College-bound learn how to master money

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Alex Breuer, 17, and others listen closely as Coco discusses financial issues and choices for college bound students.

Joe Coco is the first to admit his path to financial security hasn’t been smooth.

Even though he has worked steadily ever since his first grass-cutting job at age 11, and even though he has been a “saver” all his life, Coco acknowledges he has made plenty of costly mistakes.

In college, he blew through four years of room and board money in about six weeks. He and his wife, Linda, found themselves buried in debt after they “found the convenience of credit cards” shortly after marrying in 1985.

But through careful budgeting, hard work and incorporating their Christian beliefs into their financial attitudes, the Cocos climbed out of debt. They began sharing their tips with others in 2005 through WealthMASTERS, the financial ministry they developed. Hundreds have taken the class in the last six years, Joe Coco said.

The most recent class is geared toward people who might not have thought much about money beyond allowances and part-time job wages. Coco is teaching WealthMASTERS Money Management for College Bound Kids on Wednesday evenings all month long.

“Primarily what we’re trying to do is light that spark with these kids that in America, if they just handle their finances wisely, there’s absolutely no excuse not to retire as millionaires,” he said in an interview last week.

The primary reason students drop out of college is a lack of money, he said. Many leave for college without knowing how to budget for their monthly expenses or find less expensive ways to eat than constantly dining out.

The WealthMASTERS course will give students skills “so before they go to college, they’ll know how to master their money,” Coco said.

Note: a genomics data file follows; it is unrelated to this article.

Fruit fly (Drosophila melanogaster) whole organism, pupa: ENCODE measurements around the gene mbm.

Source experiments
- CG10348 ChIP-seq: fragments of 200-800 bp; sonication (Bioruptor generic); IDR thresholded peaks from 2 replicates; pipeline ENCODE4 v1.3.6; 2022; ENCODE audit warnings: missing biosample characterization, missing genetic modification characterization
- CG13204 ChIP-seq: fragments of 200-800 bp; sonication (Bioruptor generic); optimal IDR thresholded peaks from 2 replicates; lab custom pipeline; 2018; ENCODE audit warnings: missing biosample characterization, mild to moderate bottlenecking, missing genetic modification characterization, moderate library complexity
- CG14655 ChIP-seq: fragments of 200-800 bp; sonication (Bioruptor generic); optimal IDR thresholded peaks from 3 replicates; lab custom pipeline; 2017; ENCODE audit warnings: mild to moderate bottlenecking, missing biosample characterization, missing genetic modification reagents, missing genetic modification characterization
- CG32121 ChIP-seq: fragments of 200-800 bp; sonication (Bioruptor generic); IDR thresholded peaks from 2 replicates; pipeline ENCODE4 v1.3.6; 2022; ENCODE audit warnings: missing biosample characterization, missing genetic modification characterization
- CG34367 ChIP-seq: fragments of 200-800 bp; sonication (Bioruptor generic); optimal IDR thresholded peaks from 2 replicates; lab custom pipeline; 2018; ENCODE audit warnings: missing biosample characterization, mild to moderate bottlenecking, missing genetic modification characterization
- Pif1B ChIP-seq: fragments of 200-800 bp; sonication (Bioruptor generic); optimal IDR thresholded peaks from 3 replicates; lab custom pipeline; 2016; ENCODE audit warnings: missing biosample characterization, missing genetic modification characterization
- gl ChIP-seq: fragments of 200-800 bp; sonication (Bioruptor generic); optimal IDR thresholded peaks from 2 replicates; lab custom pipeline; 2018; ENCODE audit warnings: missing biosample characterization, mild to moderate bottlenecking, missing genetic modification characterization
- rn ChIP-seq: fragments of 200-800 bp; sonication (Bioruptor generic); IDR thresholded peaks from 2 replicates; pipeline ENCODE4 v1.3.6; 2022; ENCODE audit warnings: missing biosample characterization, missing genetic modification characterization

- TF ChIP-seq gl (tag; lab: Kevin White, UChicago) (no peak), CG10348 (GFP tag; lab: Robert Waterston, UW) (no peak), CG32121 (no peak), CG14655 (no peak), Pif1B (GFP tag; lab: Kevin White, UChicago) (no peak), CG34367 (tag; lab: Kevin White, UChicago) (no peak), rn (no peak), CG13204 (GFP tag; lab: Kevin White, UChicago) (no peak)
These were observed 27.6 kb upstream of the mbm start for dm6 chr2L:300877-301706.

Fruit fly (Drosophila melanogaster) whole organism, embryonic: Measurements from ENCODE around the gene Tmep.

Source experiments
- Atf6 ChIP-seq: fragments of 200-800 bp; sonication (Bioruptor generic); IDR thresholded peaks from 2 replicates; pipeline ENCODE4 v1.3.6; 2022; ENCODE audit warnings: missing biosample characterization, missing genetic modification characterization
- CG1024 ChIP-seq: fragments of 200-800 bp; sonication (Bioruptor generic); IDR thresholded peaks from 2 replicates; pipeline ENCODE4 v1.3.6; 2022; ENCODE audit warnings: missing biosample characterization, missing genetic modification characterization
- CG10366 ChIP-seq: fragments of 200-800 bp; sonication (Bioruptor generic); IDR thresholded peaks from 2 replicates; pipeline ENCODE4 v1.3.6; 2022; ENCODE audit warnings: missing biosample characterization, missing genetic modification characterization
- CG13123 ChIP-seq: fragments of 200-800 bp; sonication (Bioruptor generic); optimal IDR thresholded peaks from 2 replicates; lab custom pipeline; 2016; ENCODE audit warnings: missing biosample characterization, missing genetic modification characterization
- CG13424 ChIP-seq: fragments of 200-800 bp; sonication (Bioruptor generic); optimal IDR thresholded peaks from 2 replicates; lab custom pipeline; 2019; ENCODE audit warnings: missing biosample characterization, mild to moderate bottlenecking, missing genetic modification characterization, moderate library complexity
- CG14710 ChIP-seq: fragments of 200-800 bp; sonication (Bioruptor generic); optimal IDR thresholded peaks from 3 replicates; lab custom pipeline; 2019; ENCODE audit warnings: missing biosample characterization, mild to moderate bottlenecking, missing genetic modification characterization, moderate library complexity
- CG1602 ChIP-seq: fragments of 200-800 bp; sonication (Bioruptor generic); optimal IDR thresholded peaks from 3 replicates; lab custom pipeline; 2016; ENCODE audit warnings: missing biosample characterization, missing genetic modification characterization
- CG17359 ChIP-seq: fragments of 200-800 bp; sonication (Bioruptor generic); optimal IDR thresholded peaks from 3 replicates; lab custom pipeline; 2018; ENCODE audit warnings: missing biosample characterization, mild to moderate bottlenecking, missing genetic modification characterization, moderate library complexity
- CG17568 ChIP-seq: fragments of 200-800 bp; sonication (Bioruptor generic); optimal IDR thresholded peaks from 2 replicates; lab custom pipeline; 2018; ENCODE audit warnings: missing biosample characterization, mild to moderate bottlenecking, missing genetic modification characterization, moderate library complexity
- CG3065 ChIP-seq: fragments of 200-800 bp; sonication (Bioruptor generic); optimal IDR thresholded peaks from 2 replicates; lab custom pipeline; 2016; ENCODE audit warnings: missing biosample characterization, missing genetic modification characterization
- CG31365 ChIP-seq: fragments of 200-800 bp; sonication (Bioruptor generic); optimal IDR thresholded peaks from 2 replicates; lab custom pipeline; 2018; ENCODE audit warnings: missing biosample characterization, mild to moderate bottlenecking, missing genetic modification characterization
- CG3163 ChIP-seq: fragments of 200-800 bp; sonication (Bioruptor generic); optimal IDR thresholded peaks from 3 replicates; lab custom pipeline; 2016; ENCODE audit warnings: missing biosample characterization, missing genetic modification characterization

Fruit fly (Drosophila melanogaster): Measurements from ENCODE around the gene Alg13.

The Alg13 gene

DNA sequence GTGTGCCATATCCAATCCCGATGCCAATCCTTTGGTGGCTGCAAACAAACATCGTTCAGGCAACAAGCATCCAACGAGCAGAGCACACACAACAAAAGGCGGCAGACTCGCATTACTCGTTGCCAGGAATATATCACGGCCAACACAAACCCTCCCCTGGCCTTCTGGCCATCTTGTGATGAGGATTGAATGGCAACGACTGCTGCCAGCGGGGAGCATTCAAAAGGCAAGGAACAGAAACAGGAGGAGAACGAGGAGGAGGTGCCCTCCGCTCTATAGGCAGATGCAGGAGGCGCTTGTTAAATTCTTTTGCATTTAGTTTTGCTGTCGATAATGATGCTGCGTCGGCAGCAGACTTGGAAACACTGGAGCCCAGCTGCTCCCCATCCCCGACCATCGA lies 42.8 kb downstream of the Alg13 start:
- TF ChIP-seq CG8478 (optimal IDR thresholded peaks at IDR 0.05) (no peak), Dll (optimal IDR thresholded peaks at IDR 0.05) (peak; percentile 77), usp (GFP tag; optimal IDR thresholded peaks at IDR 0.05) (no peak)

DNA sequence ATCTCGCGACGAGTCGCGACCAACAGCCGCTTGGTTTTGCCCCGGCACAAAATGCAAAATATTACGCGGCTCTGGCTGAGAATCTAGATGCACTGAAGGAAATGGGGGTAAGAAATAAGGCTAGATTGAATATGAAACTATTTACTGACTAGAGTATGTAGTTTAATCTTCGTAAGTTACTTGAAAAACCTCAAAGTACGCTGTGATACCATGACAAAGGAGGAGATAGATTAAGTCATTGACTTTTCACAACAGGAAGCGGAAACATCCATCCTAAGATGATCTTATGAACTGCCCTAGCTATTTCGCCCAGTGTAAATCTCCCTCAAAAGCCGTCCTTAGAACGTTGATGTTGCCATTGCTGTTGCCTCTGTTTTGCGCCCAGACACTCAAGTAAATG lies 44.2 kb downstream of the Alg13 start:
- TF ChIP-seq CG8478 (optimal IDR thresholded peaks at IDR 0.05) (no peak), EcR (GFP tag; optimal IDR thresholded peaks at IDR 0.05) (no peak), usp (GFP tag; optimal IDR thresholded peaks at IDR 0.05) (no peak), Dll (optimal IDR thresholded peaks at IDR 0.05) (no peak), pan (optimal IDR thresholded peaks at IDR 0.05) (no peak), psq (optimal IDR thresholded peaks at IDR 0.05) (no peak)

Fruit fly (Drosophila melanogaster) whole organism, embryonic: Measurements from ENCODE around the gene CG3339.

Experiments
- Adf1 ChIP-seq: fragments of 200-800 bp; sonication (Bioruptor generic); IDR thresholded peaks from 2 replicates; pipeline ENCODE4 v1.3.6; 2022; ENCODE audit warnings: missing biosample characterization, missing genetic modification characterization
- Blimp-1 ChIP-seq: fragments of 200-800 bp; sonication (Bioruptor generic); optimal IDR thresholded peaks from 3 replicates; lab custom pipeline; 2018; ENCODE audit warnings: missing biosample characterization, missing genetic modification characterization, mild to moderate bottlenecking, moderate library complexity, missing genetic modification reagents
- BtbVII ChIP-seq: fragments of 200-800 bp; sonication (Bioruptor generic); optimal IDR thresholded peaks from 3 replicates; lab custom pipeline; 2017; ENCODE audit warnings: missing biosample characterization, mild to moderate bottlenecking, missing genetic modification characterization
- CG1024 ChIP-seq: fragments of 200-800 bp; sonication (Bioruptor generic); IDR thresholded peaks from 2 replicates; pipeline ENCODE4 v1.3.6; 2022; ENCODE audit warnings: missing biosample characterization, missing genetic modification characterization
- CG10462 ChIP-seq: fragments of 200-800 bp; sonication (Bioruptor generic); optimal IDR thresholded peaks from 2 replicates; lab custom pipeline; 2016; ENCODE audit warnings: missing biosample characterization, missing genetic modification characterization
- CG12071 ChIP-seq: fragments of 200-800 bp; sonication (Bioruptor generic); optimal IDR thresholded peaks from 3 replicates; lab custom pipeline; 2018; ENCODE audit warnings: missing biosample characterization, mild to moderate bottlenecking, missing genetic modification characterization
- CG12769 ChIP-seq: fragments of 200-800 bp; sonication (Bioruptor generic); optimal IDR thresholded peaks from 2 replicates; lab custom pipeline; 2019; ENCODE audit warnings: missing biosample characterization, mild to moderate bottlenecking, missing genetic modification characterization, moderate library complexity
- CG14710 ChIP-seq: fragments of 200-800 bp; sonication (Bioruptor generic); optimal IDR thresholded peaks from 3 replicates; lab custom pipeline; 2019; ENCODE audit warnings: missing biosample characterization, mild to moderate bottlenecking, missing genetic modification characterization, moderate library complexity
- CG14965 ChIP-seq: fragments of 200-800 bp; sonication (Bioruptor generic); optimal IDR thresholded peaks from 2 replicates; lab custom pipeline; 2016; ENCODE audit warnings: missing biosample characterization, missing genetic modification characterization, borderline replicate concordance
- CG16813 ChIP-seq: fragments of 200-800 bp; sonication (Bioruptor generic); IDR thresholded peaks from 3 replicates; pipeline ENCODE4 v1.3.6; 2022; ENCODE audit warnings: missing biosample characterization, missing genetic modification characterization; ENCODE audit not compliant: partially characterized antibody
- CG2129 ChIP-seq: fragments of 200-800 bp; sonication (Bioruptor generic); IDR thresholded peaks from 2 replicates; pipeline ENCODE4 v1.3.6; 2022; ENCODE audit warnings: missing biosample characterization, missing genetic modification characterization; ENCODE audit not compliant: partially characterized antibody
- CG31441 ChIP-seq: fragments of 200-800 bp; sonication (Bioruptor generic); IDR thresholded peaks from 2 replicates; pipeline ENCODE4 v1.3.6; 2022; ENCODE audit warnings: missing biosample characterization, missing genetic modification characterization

His first class took place this week at Whitefish Church of the Nazarene. About 30 youths, many of them members of the church’s youth group, listened to Coco’s presentation about the WealthMASTERS program and money attitudes.

“We give money way more power than we ought to,” he told the group. “Money is emotionally powerful.”

To prove his point, he handed one audience member a hundred dollar bill.

“Do you feel anxious?” Coco asked.

“Yes!” The boy said with a nod.

Coco went on to say that money is neither good nor evil. Rather, he said, “money tends to be a magnifier. Money tends to make you more of what you already are.”

Coco told the students that the purpose of his class wasn’t to make them rich, but to teach them sound financial principles and how to be good stewards of the resources they have. Money really belongs to God, he said, and God wants people to use that resource wisely.

Many Americans aren’t using their money wisely, he said. According to Coco, the average college graduate leaves school with $25,000 in debt. Fourteen percent of those students default on their loans within three years.

Older Americans aren’t doing much better. Ninety-six percent of Americans will retire financially dependent on the government, their families or charity, Coco said.

Part of the problem is the trouble many people have on focusing on their goals, he said.

“What keeps people from acquiring $25,000?” he asked. “Every time they get $100, they spend that.”

Financial decisions often are driven by fear or greed, Coco said. He advocated practicing generosity instead, in a principle he called “the great paradox.”

“Those who give more tend to get more,” he said.

He suggested the students give 10 percent of their money to their house of worship, but also encouraged them to give things such as time and encouragement. And Coco cautioned against giving to get something in return.

“Your source of giving can’t be selfishness or fear,” he said.

Above all, Coco urged students to serve God with their money.

“When Jesus Christ is your master, money will serve you. If money is your master, you will become its slave,” he said.

The next WealthMASTERS class in Coco’s college-bound kids series starts at 7 p.m. Wednesday at Whitefish Church of the Nazarene. All classes are free. For additional information, call 862-9400.

 

Reporter Kristi Albertson may be reached at 758-4438 or at kalbertson@dailyinterlake.com.

 

Joe Coco goes over WealthMASTERS Milestones on Wednesday evening at the Whitefish Church of the Nazarene. The course is designed for students preparing for college and will run Wednesday evenings at 7 p.m. during July.

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